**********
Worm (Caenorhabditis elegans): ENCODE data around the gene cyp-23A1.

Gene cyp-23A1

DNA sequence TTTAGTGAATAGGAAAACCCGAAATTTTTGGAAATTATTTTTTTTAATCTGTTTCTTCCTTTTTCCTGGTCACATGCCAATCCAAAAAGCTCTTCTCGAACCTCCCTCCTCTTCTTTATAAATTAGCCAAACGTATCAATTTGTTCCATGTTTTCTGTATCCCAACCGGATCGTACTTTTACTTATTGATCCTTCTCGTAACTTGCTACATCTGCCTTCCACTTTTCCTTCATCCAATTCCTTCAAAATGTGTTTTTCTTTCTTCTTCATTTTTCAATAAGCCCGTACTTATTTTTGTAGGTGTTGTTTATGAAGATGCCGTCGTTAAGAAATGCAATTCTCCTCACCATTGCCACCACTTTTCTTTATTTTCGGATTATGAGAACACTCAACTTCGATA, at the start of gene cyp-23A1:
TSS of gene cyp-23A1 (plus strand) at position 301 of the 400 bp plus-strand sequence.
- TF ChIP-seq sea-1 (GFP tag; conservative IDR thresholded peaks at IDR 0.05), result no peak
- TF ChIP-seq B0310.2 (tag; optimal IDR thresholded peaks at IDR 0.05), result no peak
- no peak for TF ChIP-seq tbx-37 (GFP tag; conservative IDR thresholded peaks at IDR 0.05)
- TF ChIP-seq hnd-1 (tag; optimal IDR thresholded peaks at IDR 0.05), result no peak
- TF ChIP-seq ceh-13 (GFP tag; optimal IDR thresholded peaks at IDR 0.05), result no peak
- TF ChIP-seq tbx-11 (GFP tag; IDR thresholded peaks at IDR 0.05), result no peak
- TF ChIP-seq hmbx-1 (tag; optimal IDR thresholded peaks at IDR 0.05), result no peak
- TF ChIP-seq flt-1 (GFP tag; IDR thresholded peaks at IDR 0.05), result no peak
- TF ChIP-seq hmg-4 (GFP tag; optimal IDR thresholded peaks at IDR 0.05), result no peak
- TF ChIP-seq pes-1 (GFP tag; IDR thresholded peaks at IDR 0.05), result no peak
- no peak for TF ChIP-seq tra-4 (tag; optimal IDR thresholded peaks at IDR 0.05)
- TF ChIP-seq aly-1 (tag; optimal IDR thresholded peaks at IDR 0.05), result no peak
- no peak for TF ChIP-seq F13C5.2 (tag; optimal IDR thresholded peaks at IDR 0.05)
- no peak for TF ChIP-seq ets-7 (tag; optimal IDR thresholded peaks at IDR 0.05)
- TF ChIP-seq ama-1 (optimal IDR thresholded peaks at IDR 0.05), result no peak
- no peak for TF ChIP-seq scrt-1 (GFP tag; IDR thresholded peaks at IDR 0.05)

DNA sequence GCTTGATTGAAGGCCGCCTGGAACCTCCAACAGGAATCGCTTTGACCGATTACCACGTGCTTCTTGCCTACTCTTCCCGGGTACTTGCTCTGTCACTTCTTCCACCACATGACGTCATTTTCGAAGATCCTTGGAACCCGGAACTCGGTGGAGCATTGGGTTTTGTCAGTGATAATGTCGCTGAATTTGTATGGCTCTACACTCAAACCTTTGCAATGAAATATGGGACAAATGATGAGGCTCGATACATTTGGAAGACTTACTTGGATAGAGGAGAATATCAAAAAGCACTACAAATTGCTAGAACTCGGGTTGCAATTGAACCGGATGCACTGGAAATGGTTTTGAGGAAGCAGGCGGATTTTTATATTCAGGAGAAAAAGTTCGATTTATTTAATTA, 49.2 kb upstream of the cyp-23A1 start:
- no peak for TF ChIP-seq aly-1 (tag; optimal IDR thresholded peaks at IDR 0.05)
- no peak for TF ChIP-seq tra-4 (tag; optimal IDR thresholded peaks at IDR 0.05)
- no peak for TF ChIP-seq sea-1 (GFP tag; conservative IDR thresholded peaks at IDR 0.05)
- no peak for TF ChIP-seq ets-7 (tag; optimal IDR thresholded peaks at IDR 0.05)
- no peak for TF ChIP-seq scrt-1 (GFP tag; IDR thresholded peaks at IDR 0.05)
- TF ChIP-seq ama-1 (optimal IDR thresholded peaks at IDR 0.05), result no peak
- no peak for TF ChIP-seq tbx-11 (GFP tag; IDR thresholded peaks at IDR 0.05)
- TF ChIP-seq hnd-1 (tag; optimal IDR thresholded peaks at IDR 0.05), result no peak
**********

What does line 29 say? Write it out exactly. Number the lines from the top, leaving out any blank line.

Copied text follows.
- TF ChIP-seq hnd-1 (tag; optimal IDR thresholded peaks at IDR 0.05), result no peak